Former pope John Paul II will be made a saint next year, his successor-but-one Pope Francis has announced.
The canonisation will be on 27 April 2014, the same day as that of John XXVI. Francis announced the date during a meeting with cardinals inside the Apostolic Palace.
The third longest-serving pope in history, John Paul II was born in Wadowice, southern Poland. He died in 2005, aged 84, to be replaced by Benedict XVI. Whilst leader of the world's Catholics, he was hugely popular, and created more saints than all the previous popes put together.
Both he and the incumbent, Pope Francis, broke the mould upon their elections. Both rank outsiders during the electoral conclave, John Paul was the first non-Italian pontiff for 450 years, while Francis became the first ever Latin American pope.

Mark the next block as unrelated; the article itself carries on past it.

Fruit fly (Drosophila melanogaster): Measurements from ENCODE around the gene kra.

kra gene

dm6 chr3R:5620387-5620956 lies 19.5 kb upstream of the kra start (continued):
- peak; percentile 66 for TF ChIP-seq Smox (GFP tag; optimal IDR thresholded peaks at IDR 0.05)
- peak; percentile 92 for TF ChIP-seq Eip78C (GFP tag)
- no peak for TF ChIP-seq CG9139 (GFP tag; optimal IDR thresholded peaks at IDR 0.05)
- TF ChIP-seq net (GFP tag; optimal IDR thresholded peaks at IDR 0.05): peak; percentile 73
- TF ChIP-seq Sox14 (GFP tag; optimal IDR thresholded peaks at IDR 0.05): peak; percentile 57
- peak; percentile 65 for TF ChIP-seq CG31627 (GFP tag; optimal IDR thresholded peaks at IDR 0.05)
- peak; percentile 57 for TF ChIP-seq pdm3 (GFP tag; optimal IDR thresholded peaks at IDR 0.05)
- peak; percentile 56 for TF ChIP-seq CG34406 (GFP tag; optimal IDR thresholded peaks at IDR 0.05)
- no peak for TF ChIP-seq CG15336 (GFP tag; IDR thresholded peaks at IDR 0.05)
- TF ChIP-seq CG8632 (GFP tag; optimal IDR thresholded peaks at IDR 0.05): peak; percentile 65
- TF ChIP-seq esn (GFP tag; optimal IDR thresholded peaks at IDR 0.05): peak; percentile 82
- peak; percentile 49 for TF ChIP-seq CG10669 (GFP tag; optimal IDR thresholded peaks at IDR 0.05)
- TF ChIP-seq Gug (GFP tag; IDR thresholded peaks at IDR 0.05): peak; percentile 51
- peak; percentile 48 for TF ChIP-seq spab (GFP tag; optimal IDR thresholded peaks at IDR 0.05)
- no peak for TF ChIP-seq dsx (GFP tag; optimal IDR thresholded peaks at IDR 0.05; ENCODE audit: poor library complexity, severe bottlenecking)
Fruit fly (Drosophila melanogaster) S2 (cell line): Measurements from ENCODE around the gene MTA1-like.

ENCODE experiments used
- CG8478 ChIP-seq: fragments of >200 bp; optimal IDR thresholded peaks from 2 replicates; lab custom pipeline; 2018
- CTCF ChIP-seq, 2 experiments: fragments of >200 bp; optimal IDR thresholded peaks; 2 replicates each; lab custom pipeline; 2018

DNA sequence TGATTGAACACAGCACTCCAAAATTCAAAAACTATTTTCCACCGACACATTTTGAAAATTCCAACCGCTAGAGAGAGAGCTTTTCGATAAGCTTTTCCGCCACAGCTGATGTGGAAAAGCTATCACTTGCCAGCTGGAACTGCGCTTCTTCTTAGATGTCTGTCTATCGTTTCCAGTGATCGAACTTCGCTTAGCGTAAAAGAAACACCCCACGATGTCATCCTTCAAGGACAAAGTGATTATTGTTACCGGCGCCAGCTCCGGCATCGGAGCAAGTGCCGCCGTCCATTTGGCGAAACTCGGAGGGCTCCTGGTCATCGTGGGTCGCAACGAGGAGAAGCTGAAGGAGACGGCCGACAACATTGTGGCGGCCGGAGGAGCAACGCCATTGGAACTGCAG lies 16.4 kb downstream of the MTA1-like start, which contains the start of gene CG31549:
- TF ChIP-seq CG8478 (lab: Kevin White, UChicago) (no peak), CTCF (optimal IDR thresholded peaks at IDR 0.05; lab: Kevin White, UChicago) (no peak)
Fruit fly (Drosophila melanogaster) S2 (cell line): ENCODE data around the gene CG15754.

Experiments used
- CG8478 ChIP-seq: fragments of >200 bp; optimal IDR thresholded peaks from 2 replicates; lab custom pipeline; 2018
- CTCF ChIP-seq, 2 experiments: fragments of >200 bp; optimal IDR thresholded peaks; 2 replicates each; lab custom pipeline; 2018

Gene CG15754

The Argentine has recently approved a miracle attributed to John Paul's intercession. And though an approved miracle is normally a necessary condition for sainthood, he has bent Vatican rules by deciding that John XXIII doesn't need one.
The Italian John XXVI had a five-year papacy, which began in 1958. It was marked by the second Vatican council, which revolutionised the church in the 1960s.
Analysts have said the decision to canonise them together was aimed at unifying the church since each has his own admirers and critics. Francis is clearly a fan of both: On the anniversary of conservative John Paul's death this year, Francis prayed at the tombs of both men — an indication that he sees a great personal and spiritual continuity in them.